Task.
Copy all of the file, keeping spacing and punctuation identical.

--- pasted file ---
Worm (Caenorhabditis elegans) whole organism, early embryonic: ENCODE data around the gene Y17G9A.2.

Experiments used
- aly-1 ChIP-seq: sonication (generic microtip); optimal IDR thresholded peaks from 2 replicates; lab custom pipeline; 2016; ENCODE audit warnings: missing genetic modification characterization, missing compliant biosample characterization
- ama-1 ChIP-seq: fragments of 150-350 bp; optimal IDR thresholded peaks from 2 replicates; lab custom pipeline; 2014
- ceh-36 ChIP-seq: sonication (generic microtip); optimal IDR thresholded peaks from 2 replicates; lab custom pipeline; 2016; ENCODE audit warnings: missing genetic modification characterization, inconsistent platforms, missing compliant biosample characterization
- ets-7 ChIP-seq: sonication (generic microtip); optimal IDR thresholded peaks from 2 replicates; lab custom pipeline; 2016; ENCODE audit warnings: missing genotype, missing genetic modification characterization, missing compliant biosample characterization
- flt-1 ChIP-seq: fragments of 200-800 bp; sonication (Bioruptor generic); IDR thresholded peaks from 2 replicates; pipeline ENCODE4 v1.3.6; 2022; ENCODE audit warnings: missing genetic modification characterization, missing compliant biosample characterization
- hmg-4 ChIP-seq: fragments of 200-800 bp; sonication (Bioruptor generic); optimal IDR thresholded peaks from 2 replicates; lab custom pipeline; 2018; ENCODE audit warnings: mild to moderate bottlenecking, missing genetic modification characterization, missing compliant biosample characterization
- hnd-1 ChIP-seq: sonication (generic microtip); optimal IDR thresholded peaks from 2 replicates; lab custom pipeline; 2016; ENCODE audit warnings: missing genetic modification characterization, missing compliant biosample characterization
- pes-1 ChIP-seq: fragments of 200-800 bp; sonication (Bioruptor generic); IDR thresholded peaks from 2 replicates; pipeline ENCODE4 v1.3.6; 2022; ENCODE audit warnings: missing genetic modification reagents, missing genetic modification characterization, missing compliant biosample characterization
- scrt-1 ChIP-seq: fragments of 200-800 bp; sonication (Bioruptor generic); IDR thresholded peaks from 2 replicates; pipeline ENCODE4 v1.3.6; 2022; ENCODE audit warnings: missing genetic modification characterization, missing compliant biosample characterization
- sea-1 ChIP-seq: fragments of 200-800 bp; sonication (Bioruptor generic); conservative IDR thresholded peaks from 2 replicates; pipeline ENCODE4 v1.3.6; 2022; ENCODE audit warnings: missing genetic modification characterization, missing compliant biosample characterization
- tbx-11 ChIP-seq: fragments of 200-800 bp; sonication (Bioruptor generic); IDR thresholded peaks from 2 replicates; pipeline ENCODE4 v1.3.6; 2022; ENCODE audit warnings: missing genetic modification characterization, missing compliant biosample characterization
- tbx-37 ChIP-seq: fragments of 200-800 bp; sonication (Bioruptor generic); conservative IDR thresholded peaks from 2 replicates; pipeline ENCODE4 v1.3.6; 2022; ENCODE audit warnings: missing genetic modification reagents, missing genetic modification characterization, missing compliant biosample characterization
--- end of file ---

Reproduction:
Worm (Caenorhabditis elegans) whole organism, early embryonic: ENCODE data around the gene Y17G9A.2.

Experiments used
- aly-1 ChIP-seq: sonication (generic microtip); optimal IDR thresholded peaks from 2 replicates; lab custom pipeline; 2016; ENCODE audit warnings: missing genetic modification characterization, missing compliant biosample characterization
- ama-1 ChIP-seq: fragments of 150-350 bp; optimal IDR thresholded peaks from 2 replicates; lab custom pipeline; 2014
- ceh-36 ChIP-seq: sonication (generic microtip); optimal IDR thresholded peaks from 2 replicates; lab custom pipeline; 2016; ENCODE audit warnings: missing genetic modification characterization, inconsistent platforms, missing compliant biosample characterization
- ets-7 ChIP-seq: sonication (generic microtip); optimal IDR thresholded peaks from 2 replicates; lab custom pipeline; 2016; ENCODE audit warnings: missing genotype, missing genetic modification characterization, missing compliant biosample characterization
- flt-1 ChIP-seq: fragments of 200-800 bp; sonication (Bioruptor generic); IDR thresholded peaks from 2 replicates; pipeline ENCODE4 v1.3.6; 2022; ENCODE audit warnings: missing genetic modification characterization, missing compliant biosample characterization
- hmg-4 ChIP-seq: fragments of 200-800 bp; sonication (Bioruptor generic); optimal IDR thresholded peaks from 2 replicates; lab custom pipeline; 2018; ENCODE audit warnings: mild to moderate bottlenecking, missing genetic modification characterization, missing compliant biosample characterization
- hnd-1 ChIP-seq: sonication (generic microtip); optimal IDR thresholded peaks from 2 replicates; lab custom pipeline; 2016; ENCODE audit warnings: missing genetic modification characterization, missing compliant biosample characterization
- pes-1 ChIP-seq: fragments of 200-800 bp; sonication (Bioruptor generic); IDR thresholded peaks from 2 replicates; pipeline ENCODE4 v1.3.6; 2022; ENCODE audit warnings: missing genetic modification reagents, missing genetic modification characterization, missing compliant biosample characterization
- scrt-1 ChIP-seq: fragments of 200-800 bp; sonication (Bioruptor generic); IDR thresholded peaks from 2 replicates; pipeline ENCODE4 v1.3.6; 2022; ENCODE audit warnings: missing genetic modification characterization, missing compliant biosample characterization
- sea-1 ChIP-seq: fragments of 200-800 bp; sonication (Bioruptor generic); conservative IDR thresholded peaks from 2 replicates; pipeline ENCODE4 v1.3.6; 2022; ENCODE audit warnings: missing genetic modification characterization, missing compliant biosample characterization
- tbx-11 ChIP-seq: fragments of 200-800 bp; sonication (Bioruptor generic); IDR thresholded peaks from 2 replicates; pipeline ENCODE4 v1.3.6; 2022; ENCODE audit warnings: missing genetic modification characterization, missing compliant biosample characterization
- tbx-37 ChIP-seq: fragments of 200-800 bp; sonication (Bioruptor generic); conservative IDR thresholded peaks from 2 replicates; pipeline ENCODE4 v1.3.6; 2022; ENCODE audit warnings: missing genetic modification reagents, missing genetic modification characterization, missing compliant biosample characterization